A Contextual Behavioral Approach for Obesity Surgery Patients
2012 (English)Doctoral thesis, comprehensive summary (Other academic)
This thesis investigates a contextual behavioral approach for obesity surgery patients. In a contextual approach a behavior is interpreted as inseparable from its current and historical context. Candidates for bariatric surgery often have a history of self-stigma, body dissatisfaction and eating for emotional relief. Despite losing a large amount of weight post surgery, psychological problems may still be present for some patients. One possible common underlying process observed in body concerns and eating patterns is experiential avoidance. Experiential avoidance is defined as; any attempt to avoid, change, or control unwanted thoughts and feelings when so doing causes harm.
Though a multidisciplinary team is recommended for post-surgical care, there are few studies evaluating the psychological treatment of patients undergoing bariatric surgery. In this thesis a protocol based on Acceptance and Commitment Therapy (ACT), was developed and implemented, partly via the Internet, in a clinical setting. In an acceptance-based approach to obesity, psychological well-being is the main outcome. ACT was significantly more effective than ‘treatment as usual’ in terms of body dissatisfaction and quality of life after surgery. Both groups improved in eating disordered attitudes and behaviors. Predictions based on the underlying treatment model were also investigated. Positive treatment outcomes were found to be associated with increased psychological flexibility. Despite some methodological limitations, the results are promising and future studies should further evaluate ACT in the context of bariatric surgery.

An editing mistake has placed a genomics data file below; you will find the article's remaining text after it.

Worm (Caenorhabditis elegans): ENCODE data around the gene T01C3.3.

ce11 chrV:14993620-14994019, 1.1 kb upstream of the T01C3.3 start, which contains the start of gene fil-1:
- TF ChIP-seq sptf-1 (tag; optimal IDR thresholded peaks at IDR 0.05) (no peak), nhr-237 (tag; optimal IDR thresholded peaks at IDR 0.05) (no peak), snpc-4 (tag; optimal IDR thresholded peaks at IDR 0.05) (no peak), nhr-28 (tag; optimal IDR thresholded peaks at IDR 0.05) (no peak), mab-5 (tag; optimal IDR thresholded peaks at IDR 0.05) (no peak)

This thesis also acknowledges the need for clinical assessment tools appropriate for the bariatric surgery context. The Acceptance and Action Questionnaire for Weight (AAQ-W) is a measure of experiential avoidance, and was evaluated in the present thesis. The AAQ-W was found to be a reliable and valid measure for people undergoing bariatric surgery. Another measure, Disordered Eating in Bariatric Surgery (DEBS) was developed and evaluated. The DEBS was found to posses satisfactory psychometric properties in terms of reliability and validity. The AAQ-W and the DEBS may facilitate both systematic clinical evaluation and future research within the area of bariatric surgery.
Place, publisher, year, edition, pages
Uppsala: Acta Universitatis Upsaliensis, 2012. , 103 p.
Digital Comprehensive Summaries of Uppsala Dissertations from the Faculty of Social Sciences, ISSN 1652-9030 ; 84
obesity, bariatric surgery, stigma, emotional eating, body dissatisfaction, Acceptance and Commitment therapy, Internet
Research subject Psychology
IdentifiersURN: urn:nbn:se:uu:diva-183622ISBN: 978-91-554-8524-5OAI: oai:DiVA.org:uu-183622DiVA: diva2:563626
2012-12-14, Universitetshuset sal IV, Uppsala, 13:00 (Swedish)
Dahl, JoAnne, Professor
List of papers